Gavan: Okay. So, looking at the icefall here, that’s where you’re climbing. What we saw previously was loaded tents, but when does the actual climbing start?
Fergus: Well, the icefall doctors who plan a route through the icefall have arrived, and they’ve started to build the 2018 route through the icefall using ropes, ice screws, stakes, and aluminium ladders. They expect less than half a dozen ladder crossings on the icefall, which is less than normal. Once they’re done, in a few days’ time, then the real climbing begins in earnest. By next week, the camp will have over 1,000 climbers, Sherpas, guides, cooks, and base camp managers from all over the world.
Gavan: Wow. So all that kind of stuff’s gotta cost a fair bit. What are the costs?
Fergus: Yeah, it’s not cheap. You’ve got that right, Gav. An Everest climbing permit from the Chinese side is $10,000 per person. In Nepal, it’s $11,000. This is a government charge. The average price to join a commercial team ranges about $40,000 per person.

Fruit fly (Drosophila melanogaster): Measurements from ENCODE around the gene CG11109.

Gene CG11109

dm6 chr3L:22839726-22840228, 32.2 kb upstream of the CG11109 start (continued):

Gavan: Wow. And is that, I mean, say in terms of range, is that a standard, or does it go up, are there higher, are there lower?
Fergus: It’s like everything in life, I suppose. You pay for what you get. A bare-bones team could have a slot for about $20,000. That would offer minimum support, so a base camp and some tents at the high camps. A standard supported climb ranges from $30,000 to $80,000. That’s U.S. dollars, of course. That would offer a large and fully-staffed base camp, Sherpa support, western guides, equipment and oxygen tanks being transported up to the mountain, and maintenance tents at the high camps. However, prices of up to $110,000 have been quoted for all sorts of luxuries and constant personal support. The low-cost Nepali teams, they were run by Sherpas who’d previously worked for western teams, they used to compete on price. Their operating costs are much lower than the western teams. However, with such demand, they’ve now increased their prices closer to those of the traditional teams.